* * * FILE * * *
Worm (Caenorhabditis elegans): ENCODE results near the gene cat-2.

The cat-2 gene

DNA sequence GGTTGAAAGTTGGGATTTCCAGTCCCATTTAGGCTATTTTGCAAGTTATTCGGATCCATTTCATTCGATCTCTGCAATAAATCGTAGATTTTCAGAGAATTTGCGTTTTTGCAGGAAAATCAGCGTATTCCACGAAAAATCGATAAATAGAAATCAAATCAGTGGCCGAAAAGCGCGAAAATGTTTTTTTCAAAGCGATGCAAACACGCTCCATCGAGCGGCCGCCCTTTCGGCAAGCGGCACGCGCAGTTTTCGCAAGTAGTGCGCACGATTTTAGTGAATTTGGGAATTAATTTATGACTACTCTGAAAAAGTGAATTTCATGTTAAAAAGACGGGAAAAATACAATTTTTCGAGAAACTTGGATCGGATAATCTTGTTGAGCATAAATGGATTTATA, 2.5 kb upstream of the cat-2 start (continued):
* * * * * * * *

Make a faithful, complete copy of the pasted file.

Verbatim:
Worm (Caenorhabditis elegans): ENCODE results near the gene cat-2.

The cat-2 gene

DNA sequence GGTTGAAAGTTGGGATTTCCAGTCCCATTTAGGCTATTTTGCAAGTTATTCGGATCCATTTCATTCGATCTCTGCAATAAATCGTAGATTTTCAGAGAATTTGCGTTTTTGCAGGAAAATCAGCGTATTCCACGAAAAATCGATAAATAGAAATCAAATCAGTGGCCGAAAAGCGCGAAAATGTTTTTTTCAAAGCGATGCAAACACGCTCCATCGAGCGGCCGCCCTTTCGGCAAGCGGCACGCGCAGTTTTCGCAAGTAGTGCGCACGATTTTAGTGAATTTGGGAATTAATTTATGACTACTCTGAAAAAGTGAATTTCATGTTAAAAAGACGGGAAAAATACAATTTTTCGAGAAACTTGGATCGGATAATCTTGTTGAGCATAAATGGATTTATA, 2.5 kb upstream of the cat-2 start (continued):